- Title: UK/GREECE: Greece wants Christie's Greek royal auction blocked.
- Date: 26th January 2007
- Summary: PAINTINGS
- Embargoed: 10th February 2007 12:00
- Topics: International Relations,Royalty
- Reuters ID: LVA1APRTCINVNK0Z4W4BAATPRRWX
- Story Text: The items on the auction block reflect the relations King George I had with many of the Crown Heads of Europe at the time. Greek Culture Minister George Voulgarakis says he has sent a letter to Christie's requesting the sale be suspended as the items may have been illegally exported from the country and may be part of Greece's cultural heritage. Greece said on Tuesday (January 23) it has asked auction house Christie's to shelve an upcoming London sale of a Greek royal collection until it proves the artworks were legally exported from the country.
Property formerly in the collection of King George I of the Hellenes - including silver, works by legendary Russian jeweller Faberge and works of art - are due to go on sale Wednesday and Thursday (January 24-25).
Christie's has said the collection of King George I, who ruled Greece from 1863 until 1913, comes from the summer palace of Tatoi near Athens. The items, some estimated to fetch up to 250,000 pounds (496,000 U.S. dollars), were released to ex-king Constantine in 1991.
More than 850 lots are up for sale, each offering a rare glimpse of royal life across Europe at the time.
"There's the silver, the furniture the Faberge, porcelain and pictures. But what's really exciting about them is the royal connection," said Christie's Director and Head of Silver Harry WIlliams-Bulkeley. "It gives you a complete overview of many of the royal families of Europe."
Danish silver features prominently, including a pair of striking soup tureens. A pair of large silver pilgrim flasks by British Royal goldsmith Robert Garrard are considered to be the finest royal silver to be sold publicly.
Given the close family links with Russia, the collection also includes about 100 Faberge items ranging in price from 120 British pounds (240 USD) to 250,000 British pounds (500,000 USD).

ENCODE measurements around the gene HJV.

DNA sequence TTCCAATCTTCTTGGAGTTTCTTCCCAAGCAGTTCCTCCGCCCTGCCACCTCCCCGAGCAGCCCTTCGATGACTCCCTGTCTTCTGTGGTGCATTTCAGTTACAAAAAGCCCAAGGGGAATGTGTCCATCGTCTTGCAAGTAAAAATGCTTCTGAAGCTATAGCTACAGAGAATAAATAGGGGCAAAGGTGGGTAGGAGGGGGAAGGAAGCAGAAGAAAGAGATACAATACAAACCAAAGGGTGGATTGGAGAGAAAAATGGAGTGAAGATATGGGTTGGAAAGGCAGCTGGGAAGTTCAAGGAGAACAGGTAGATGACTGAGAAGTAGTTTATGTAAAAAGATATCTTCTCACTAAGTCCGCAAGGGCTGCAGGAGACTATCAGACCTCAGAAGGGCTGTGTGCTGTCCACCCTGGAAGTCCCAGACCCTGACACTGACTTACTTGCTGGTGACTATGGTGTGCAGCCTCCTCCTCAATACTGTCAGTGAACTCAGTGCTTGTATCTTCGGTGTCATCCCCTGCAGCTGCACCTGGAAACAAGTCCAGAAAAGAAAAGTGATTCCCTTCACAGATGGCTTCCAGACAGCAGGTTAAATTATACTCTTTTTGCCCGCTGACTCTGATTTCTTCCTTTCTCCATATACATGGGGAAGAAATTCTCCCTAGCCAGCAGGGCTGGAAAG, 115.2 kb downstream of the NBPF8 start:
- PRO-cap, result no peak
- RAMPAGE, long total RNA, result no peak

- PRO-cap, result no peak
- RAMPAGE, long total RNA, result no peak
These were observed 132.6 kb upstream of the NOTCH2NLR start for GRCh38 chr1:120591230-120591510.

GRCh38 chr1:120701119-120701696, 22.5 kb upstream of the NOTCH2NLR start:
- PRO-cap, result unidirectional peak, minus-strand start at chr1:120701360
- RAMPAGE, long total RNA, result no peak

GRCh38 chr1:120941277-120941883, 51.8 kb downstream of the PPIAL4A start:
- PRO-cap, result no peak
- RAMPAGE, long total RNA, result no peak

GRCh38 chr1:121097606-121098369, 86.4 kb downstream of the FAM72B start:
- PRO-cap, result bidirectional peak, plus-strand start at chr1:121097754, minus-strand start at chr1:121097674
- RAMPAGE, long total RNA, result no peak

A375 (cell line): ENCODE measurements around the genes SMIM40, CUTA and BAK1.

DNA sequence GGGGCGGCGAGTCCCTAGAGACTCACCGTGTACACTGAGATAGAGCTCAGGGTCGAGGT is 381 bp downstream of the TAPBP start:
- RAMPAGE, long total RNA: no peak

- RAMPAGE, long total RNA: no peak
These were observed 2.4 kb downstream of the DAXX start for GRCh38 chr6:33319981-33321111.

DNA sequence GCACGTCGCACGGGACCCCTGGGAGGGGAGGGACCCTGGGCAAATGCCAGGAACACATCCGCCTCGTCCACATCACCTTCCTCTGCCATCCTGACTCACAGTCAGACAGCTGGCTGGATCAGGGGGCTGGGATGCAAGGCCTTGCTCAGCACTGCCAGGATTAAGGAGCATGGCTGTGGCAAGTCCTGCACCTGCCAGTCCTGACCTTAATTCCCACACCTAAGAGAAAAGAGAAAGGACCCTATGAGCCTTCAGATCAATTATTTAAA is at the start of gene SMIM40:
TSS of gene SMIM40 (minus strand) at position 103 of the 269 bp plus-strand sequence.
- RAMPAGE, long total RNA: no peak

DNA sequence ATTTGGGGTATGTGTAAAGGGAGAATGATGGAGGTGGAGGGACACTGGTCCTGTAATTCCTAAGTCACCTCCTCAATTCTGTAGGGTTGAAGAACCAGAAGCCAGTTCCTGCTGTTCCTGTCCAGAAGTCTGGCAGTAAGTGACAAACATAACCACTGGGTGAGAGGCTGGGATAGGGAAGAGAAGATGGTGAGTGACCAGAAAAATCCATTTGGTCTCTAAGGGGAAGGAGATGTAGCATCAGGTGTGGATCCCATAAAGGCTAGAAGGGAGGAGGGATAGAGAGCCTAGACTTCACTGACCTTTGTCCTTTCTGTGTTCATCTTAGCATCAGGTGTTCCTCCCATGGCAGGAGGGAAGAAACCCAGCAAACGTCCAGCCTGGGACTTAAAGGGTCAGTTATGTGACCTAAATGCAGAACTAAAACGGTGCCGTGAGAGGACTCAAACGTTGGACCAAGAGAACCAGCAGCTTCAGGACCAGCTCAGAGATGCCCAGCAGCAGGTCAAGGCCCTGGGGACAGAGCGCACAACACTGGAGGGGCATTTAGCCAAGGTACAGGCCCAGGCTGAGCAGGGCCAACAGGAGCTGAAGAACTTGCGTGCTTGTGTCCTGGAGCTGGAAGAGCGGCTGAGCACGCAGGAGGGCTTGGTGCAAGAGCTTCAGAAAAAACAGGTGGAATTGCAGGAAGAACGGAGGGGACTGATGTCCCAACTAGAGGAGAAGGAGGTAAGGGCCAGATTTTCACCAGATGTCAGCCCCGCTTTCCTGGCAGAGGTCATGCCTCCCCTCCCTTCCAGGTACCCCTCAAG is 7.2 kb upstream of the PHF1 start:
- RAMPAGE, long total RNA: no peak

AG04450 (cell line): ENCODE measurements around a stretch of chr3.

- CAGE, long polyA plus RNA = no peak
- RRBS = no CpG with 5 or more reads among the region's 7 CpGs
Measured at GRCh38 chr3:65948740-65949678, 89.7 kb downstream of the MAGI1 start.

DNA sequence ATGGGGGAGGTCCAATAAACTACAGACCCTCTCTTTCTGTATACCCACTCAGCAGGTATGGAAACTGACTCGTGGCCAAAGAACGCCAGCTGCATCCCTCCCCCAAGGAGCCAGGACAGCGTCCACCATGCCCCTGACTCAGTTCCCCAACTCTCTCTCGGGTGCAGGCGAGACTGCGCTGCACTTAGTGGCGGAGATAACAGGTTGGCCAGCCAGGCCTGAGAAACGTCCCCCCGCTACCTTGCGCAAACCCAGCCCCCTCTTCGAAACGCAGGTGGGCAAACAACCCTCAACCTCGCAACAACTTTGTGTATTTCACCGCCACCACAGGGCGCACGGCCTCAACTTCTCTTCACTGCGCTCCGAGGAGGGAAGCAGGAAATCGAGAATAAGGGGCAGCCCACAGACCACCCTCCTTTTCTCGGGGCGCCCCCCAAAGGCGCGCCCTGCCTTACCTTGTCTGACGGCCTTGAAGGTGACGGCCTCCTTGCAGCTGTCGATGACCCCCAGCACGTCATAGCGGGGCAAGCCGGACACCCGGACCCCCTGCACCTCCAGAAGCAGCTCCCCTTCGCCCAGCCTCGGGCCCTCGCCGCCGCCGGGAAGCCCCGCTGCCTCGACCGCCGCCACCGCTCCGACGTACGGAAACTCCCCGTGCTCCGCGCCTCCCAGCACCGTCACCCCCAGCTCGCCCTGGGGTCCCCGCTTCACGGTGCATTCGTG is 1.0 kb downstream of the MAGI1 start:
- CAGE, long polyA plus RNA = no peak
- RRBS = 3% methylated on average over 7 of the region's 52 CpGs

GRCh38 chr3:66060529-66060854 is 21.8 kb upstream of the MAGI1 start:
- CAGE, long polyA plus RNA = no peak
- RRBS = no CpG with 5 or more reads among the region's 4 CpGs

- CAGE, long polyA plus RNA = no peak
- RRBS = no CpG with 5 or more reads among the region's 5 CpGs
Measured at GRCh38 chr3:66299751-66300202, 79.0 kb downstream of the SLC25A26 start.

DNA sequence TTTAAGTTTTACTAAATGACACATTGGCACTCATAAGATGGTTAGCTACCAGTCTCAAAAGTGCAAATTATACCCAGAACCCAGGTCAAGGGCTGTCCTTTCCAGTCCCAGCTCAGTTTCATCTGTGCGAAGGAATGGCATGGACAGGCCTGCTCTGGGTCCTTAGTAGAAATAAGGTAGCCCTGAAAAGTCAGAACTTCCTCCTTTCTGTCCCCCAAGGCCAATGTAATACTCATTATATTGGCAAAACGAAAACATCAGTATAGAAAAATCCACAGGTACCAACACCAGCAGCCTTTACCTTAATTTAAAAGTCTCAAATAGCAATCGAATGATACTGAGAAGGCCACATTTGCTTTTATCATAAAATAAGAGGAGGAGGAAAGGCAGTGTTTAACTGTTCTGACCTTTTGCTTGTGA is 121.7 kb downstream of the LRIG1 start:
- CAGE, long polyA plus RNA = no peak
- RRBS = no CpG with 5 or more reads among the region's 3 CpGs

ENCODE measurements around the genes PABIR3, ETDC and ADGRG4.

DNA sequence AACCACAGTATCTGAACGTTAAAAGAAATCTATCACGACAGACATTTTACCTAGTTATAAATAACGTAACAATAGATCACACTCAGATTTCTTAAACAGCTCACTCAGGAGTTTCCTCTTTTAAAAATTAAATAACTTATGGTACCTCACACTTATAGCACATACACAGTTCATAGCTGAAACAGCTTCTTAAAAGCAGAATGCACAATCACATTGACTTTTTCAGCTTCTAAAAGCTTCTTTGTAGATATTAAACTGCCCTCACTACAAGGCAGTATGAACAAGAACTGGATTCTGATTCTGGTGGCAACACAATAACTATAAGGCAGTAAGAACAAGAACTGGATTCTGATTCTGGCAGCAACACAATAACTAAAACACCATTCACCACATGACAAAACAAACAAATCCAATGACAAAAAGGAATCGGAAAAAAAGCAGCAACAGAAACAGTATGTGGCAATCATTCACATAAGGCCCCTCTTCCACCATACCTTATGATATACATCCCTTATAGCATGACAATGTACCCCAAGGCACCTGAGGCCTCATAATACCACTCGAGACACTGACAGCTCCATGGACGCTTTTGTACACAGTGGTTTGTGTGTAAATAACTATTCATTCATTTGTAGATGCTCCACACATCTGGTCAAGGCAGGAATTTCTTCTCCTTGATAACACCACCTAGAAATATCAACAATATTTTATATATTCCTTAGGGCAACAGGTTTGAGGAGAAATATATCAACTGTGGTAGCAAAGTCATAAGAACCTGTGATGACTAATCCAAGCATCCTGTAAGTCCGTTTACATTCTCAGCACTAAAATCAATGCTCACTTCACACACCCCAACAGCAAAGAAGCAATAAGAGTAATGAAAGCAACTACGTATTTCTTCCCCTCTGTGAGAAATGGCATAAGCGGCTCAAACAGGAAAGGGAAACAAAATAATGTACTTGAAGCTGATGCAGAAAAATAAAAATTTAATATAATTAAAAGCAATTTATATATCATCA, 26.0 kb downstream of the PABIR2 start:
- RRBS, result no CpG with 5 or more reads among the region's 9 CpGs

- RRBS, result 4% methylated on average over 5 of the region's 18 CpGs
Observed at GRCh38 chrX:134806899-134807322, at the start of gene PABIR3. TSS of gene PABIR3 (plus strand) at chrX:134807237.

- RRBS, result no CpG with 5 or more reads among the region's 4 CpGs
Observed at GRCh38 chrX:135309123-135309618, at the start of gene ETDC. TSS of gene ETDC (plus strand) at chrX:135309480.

One highlight of the sale is a two-colour gold-mounted Faberge nephrite clock. A selection of the famous jeweller's enchanting miniature animals is also part of the collection.
"I think what's so wonderful with the Faberge is it's a wonderful market for new buyers. The Russian market is very strong at the moment and it's very natural for Russian collectors to want to buy things that come from Russia originally," WIlliams-Bulkeley said.
But Greek Culture Minister George Voulgarakis told reporters in Athens the auction house must say how it obtained the items or face legal action.
"Although the artefacts in the collection of King George I are many and very detailed, the exact origin and the method of how they came to be at Christie's auction house has not been made public," Voulgarakis said.
"The participants of the auction need to recognise that we will exercise our legal rights," he added.
Greece has made huge efforts to repatriate pillaged art from around the world but this row also highlights the country's uneasy relation with its former royals, who remain unpopular more than 30 years since the monarchy was abolished in a referendum.
Ministry officials said Greece had sent a protest letter to Christie's, warning of legal action unless the pieces are withdrawn from the auction.
Christie's released a written statement saying "no approach has been made to Christie's on behalf of Mr. Voulgarakis or the Greek Government until a telephone call at midday today, less than 24 hours before the auction, in which we were asked to withdraw unspecified lots on the unexplained basis that they belong to the Greek State and to agree a process for resolving that issue. No written communication has yet been received and we do not know how many or which lots are involved."
"The sale has attracted extensive international interest and we look forward to the two day sale starting tomorrow," the statement said.
Most of the Greek press has presented the auction as Constantine selling off the state jewels.
Constantine fled the country after briefly cooperating with the 1967-1974 military dictatorship and lived in exile for decades.
He has fought lengthy court battles to get back some of his property. In 1991, the then ruling conservatives allowed him to export the contents of Tatoi under the supervision of Greek officials.
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